Sophie and Ed’s first baby, Martha, was born in a critical condition and she passed away in Sophie’s arms at 5-days-old on 26 May 2015.
Sophie and Ed live in Radley, Oxfordshire. The couple’s first baby, Martha, was born in a critical condition, having been deprived of oxygen due to a concealed placental abruption, and she passed away in Sophie’s arms at 5-days-old on 26 May 2015 in the Special Care Baby Unit at the John Radcliffe Hospital in Oxford. They were transferred to Helen & Douglas House that same evening where they were looked after as a family for a few peaceful days, giving them the chance to spend precious time together and to say goodbye.
Ed and Sophie stayed in one of the family flats during their stay. Ed said: “Martha was taken to the air-conditioned room, with a special cot. Obviously, unless you have had the experience of spending a few days with a dead child it is difficult to imagine it, but we did feel very, very, excited to see her every morning. It was massively important to have that. We had a strong sensation that she was looking after us. Especially after she died, the machine was off her, she no longer had a tube. She was very dignified at that point and she did look very beautiful and perfect and it did feel like she was looking after us.”
Sophie said: “Being in such a comfortable but protected environment we could come to terms with what had happened, but at the same time she was still there. It was incredibly comforting to sit there quietly and be able to chat to her and hold her and just get used to it. I think if we hadn’t had that it would be such a sudden end. We would have come home without a baby and that would have been it. That transition was so valuable.”
The couple were offered bereavement support while they were staying at Helen House and were supported by the team when they went home. Sophie explained: “When you are in a situation like that, when you are so tired, when you are so emotionally drained, someone offering you support, is so important.”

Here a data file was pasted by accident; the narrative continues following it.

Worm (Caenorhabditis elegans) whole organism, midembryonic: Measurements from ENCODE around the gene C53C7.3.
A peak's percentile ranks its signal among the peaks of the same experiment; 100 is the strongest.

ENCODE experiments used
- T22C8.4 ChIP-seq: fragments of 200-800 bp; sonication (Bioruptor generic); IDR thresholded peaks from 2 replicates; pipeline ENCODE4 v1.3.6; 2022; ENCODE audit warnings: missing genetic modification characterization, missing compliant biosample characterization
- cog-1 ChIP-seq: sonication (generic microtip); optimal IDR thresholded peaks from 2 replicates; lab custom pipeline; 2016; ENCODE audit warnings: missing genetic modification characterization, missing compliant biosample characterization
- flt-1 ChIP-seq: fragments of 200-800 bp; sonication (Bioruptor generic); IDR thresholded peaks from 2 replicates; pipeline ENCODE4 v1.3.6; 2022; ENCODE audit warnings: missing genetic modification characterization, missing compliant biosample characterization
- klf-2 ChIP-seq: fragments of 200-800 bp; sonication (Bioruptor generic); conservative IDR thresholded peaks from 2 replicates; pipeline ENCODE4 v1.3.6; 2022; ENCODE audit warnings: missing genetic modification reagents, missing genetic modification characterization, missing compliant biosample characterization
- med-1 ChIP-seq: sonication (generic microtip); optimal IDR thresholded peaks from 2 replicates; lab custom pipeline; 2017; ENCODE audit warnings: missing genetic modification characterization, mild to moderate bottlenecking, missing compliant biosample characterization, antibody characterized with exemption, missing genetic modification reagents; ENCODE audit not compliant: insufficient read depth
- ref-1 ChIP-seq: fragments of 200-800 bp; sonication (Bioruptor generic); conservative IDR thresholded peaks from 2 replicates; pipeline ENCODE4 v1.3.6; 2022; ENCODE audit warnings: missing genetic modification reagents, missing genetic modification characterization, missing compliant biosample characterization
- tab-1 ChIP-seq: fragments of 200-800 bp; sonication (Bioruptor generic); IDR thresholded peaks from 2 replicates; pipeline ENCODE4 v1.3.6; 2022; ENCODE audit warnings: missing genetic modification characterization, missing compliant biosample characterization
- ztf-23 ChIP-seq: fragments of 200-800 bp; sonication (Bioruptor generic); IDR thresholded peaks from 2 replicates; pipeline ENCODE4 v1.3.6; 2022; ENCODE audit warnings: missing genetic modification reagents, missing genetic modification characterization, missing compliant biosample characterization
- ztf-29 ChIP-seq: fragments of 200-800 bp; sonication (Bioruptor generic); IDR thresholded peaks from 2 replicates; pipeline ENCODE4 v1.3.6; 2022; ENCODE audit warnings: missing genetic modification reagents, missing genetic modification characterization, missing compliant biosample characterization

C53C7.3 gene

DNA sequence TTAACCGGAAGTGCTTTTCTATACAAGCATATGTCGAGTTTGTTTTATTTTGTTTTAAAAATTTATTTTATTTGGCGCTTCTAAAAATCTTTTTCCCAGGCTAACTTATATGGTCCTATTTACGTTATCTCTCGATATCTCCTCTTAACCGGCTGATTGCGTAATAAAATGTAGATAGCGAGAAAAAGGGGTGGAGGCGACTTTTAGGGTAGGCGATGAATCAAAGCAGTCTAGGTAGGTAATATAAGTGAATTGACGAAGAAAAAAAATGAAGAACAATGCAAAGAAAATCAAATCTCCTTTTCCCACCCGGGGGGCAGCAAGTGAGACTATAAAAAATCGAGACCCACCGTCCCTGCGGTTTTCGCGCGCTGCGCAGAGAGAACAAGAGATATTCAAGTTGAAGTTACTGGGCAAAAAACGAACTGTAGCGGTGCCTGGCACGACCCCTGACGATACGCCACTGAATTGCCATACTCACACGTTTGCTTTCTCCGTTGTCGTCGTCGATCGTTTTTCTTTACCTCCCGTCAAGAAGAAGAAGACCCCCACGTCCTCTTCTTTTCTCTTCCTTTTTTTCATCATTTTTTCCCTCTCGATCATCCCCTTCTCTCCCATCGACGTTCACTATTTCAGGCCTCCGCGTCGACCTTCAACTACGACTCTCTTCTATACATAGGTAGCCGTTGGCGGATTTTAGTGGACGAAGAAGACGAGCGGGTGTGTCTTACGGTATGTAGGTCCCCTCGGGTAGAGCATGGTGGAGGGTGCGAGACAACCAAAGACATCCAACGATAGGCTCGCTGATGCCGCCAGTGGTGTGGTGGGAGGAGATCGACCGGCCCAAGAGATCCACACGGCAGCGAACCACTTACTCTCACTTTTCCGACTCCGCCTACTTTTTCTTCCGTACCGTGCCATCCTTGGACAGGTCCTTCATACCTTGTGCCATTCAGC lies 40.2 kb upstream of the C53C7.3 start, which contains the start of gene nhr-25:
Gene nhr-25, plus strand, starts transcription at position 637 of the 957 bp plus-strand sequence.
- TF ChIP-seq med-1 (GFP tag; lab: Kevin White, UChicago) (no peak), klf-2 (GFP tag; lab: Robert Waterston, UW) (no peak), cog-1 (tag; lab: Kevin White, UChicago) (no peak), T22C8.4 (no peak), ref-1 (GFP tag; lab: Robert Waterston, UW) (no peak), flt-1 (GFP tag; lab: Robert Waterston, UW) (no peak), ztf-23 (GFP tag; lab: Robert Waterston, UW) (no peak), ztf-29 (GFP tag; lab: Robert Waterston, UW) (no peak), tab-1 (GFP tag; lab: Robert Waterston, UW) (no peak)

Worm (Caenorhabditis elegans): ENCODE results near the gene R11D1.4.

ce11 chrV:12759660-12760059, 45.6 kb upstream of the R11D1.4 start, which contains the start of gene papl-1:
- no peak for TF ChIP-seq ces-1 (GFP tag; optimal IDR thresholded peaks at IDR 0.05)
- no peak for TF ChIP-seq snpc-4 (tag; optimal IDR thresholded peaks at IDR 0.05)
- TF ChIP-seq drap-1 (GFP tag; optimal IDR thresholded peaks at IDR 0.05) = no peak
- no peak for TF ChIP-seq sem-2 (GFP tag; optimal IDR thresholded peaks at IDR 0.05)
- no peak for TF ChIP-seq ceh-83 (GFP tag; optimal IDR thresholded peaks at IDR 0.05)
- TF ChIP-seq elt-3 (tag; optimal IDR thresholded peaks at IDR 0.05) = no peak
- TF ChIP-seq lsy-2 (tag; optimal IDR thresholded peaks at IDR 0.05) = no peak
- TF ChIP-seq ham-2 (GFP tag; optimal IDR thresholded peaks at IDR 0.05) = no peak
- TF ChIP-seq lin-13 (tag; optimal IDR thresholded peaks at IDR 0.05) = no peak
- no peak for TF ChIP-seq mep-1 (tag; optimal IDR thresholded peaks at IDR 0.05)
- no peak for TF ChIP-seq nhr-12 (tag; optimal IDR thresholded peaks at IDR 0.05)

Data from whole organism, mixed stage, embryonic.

Sophie continued to see one of the Helen & Douglas House counsellors on a regular basis for a year-and-a-half after the couple’s bereavement. “It has made such a difference having that ongoing support. It has been really important to me to come back to this place and make time to talk about that. We know how we stand, what our position is, we are open about how we feel about it. We talk about it even now.”
Ed said: “One day unexpectedly you might get knocked over by a wave and you won’t see it coming and when you do you will be so grateful that there is a place like Helen & Douglas House in your home city. For me it has turned a sad story into a week of sheer happiness. So it has given me nothing but happy memories of my time with Martha. Coming here made us feel like two parents with a daughter.”
“The memory of Martha shouldn’t be spoiled with the sadness. It was the most dignified and respectful thing to have happened to Martha. She wasn’t just a dead baby, she was a person. So it was absolutely vital.‘
Sophie said: “Helen & Douglas House just changes lives on so many different levels. Even in the midst of a really tragic experience it can be turned around in a place like this.”